Fleet of foot, with a concentration on maintaining its focus on community banking and an ownership mentality, M&T Bank’s performance during the financial crisis might give competitors pause. Now, with May 2011’s acquisition of Wilmington Trust, the bank is branching out, providing high-wealth owners of real estate in New York and elsewhere with wealth management and services.
In New York, the bank’s real estate portfolio has grown significantly over the past few years. Executives cited, between 2009 and 2011, an increase of $1.1 billion—up to $5.6 billion.
To get some insight into the bank’s success, The Mortgage Observer met with some of its top executives who gave an unfettered glimpse into the approach that has helped keep the bank a lending powerhouse.
“We really started out here as a multifamily lender but it’s really evolved into a much broader set of commercial real estate products and it’s really across the board,” Gino Martocci, the bank’s regional president for New York City and Long Island, said in his office recently. “In fact our largest concentration is in retail.” He added that after retail comes office, multifamily, “other” and hotel.
“As a subset of ‘other’ we’ll do construction and transition real estate as well—transition defined as it needs leasing or needs to be repositioned somehow.”
Mr. Martocci described the bank’s approach as “pretty conservative,” but was quick to add that it doesn’t shy away from deals that contain “an appropriate level of risk.” Asked what that might include, he pointed back to the transitional real estate deals that it put together several years ago, as the financial crisis gripped many lending institutions.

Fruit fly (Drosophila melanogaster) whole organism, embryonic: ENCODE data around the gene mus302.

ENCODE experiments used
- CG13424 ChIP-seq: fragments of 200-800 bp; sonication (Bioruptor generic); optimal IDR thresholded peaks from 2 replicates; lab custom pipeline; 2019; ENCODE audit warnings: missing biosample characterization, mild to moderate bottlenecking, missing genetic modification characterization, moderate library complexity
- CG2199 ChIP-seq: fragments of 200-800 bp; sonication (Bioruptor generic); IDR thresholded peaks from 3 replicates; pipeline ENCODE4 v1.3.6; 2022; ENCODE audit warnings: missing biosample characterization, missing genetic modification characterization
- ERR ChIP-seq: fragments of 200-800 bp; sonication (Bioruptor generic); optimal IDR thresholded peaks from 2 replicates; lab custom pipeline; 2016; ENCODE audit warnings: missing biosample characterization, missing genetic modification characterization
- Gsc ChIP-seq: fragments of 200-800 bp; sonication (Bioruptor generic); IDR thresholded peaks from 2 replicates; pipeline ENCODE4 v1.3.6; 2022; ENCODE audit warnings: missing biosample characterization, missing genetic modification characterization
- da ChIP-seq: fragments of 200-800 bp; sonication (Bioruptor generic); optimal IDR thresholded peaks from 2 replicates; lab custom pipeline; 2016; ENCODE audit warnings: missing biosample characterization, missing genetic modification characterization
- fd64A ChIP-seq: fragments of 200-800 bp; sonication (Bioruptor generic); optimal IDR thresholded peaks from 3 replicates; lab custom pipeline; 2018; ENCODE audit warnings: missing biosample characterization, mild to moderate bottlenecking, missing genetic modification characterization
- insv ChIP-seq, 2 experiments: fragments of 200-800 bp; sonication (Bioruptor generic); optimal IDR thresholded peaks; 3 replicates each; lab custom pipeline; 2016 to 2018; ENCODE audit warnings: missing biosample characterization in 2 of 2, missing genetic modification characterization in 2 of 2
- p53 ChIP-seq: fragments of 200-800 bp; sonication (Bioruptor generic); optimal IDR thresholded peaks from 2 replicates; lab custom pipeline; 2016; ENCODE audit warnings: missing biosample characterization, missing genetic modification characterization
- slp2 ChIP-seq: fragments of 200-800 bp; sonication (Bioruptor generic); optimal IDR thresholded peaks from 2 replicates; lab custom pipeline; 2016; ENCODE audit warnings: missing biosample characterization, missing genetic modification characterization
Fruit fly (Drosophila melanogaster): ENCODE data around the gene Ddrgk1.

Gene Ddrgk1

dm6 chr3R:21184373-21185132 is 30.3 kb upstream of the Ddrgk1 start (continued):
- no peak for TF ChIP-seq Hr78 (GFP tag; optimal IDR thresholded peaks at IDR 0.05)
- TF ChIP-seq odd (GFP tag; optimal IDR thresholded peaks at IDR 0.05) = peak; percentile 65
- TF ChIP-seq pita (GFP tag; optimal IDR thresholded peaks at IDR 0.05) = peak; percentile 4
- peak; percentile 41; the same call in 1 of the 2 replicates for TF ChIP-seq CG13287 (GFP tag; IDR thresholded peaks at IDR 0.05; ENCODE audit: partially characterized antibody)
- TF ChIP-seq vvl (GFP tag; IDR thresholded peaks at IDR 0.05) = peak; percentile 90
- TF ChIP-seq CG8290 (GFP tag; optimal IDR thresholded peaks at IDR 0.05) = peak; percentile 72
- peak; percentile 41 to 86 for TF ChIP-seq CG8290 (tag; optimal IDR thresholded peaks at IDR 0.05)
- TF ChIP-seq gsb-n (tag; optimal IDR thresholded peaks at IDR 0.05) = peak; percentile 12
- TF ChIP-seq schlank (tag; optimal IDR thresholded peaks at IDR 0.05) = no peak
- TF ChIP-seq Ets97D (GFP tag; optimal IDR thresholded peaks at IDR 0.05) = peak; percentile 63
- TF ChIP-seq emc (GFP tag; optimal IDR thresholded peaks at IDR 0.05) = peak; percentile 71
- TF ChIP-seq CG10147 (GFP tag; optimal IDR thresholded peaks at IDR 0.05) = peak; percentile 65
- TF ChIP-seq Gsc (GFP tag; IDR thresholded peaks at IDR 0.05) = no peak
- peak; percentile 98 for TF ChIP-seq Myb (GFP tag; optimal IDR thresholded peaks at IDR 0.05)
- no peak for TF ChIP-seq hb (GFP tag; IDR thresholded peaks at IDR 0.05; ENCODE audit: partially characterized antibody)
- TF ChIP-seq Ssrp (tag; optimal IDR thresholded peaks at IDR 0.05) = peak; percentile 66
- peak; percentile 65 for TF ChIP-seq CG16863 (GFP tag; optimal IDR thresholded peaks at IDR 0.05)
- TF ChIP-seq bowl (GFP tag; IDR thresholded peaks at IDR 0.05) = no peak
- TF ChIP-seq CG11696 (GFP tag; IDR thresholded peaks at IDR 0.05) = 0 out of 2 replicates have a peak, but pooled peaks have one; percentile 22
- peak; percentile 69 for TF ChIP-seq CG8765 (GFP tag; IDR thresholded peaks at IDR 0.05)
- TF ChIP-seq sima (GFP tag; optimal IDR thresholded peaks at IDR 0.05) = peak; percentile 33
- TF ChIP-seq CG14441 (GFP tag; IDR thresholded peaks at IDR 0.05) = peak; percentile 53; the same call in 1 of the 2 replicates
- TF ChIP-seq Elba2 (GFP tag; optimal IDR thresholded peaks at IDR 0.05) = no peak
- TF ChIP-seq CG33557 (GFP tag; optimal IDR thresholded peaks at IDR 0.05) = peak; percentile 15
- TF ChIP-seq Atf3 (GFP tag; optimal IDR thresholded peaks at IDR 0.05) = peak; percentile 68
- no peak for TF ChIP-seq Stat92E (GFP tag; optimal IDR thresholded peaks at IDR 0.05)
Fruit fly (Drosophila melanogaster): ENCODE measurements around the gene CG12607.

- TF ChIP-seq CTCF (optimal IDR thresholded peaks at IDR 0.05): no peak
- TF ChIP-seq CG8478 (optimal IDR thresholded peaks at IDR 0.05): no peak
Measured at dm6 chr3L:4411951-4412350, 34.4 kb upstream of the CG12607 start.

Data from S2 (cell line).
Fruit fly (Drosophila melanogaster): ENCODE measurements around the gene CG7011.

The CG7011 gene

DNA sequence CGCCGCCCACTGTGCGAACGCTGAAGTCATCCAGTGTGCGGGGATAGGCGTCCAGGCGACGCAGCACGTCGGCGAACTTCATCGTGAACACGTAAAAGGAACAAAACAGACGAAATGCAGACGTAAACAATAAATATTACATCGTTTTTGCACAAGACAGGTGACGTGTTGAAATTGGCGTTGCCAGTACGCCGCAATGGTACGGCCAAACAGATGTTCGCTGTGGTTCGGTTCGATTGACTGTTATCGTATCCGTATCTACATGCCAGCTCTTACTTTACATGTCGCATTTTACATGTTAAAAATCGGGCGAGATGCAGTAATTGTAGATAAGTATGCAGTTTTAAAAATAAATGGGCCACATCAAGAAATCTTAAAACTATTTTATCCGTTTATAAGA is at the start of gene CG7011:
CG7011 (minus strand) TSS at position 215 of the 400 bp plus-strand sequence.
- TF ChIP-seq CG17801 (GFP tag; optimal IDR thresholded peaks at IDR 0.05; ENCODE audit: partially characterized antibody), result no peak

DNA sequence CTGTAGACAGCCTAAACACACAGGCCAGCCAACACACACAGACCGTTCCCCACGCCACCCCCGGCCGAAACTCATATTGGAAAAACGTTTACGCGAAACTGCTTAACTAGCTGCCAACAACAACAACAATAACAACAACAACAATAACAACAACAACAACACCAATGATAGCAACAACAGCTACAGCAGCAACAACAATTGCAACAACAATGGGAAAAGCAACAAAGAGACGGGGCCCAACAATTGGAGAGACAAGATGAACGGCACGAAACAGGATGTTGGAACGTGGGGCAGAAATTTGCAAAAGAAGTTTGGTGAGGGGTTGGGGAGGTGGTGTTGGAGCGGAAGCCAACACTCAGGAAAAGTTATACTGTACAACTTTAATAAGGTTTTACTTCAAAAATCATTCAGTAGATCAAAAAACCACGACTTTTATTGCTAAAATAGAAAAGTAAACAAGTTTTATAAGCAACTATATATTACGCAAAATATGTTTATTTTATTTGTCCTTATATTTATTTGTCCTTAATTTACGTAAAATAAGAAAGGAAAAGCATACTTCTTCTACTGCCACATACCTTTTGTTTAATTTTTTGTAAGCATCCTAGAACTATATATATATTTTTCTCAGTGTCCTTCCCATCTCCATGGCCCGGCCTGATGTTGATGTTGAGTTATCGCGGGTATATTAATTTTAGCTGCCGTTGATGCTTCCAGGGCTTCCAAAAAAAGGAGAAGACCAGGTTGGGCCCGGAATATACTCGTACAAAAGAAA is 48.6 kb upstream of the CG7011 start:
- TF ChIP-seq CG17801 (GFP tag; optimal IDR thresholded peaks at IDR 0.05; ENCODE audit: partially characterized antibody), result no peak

“We were one of the few lenders out there willing to do an asset that required repositioning during 2010, even 2011,” he said. “It’s changing to some degree now, but we made a good many loans. Or construction loans in 2011—we were one of the more active construction lenders for the right sponsors, for the right people that we’ve done business with for a very long time.”
Recurrent themes in its lending strategy seem to include the familiarity that Mr. Martocci mentioned, as well as the maintenance of a healthy balance sheet. In some ways both have helped it to maintain calm in the midst of chaos. Peter D’Arcy, a group vice president at the bank and a senior group manager in the Commercial Real Estate division, pointed out that top players rely on it for both.
“The last four or five years—we were so clean because the competition was so broken,” Mr. D’Arcy said. “The top names in the marketplace needed flexibility but they also needed a company with a balance sheet and we made so many acquisitions that—we sort of came into our own from a size standpoint, where our capabilities of what we could do for the top tier of New York City as a bank really wasn’t different from a hold standpoint or an underwriting ability than many of the big money center banks.”
The company is smaller, yet less bureaucratic—conservative, yet opportunistic.
“I think the point is that we’ve always been conservative and the consistency is what some of these bigger clients like,” added Jason Lipiec, a group vice president in Commercial and Private Banking at M&T. “In good times we’re not the most aggressive but they know if we give them the deal, the deal’s going to close. And in bad times no one else is out there and because of the safety of our balance sheet and the fact that we didn’t get ahead of ourselves, we were able to be there for them.”